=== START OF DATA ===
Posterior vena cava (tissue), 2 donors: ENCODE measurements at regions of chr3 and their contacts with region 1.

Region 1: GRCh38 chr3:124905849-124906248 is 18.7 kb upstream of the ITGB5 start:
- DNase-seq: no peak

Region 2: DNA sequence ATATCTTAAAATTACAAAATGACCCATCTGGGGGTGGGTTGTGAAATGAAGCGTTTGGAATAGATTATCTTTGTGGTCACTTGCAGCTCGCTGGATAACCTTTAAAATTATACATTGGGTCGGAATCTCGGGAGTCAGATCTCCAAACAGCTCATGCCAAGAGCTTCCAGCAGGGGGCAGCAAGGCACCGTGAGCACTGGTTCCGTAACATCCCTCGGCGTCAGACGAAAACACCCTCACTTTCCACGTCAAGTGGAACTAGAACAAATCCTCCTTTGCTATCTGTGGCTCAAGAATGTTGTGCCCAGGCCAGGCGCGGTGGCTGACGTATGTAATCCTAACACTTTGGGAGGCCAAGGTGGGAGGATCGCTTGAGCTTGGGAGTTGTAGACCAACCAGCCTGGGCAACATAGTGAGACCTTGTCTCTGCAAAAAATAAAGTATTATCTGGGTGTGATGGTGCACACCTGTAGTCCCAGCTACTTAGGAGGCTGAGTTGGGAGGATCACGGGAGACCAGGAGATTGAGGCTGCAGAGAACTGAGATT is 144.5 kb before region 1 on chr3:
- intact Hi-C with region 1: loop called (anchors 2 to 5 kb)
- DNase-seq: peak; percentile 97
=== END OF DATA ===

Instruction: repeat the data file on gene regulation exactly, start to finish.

Posterior vena cava (tissue), 2 donors: ENCODE measurements at regions of chr3 and their contacts with region 1.

Region 1: GRCh38 chr3:124905849-124906248 is 18.7 kb upstream of the ITGB5 start:
- DNase-seq: no peak

Region 2: DNA sequence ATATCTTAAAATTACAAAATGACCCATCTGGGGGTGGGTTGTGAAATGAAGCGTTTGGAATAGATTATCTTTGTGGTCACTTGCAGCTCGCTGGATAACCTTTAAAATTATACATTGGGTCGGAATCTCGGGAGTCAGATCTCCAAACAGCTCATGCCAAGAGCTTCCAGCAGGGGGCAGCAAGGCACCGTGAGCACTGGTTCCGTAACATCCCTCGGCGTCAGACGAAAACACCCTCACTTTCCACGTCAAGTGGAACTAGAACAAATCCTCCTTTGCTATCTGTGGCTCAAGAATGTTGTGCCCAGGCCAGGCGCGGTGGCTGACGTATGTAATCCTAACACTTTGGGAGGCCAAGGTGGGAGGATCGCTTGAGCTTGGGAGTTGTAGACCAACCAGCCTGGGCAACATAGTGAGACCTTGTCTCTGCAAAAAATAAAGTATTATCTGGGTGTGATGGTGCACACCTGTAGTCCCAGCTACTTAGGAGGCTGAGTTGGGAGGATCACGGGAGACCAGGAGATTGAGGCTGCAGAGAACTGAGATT is 144.5 kb before region 1 on chr3:
- intact Hi-C with region 1: loop called (anchors 2 to 5 kb)
- DNase-seq: peak; percentile 97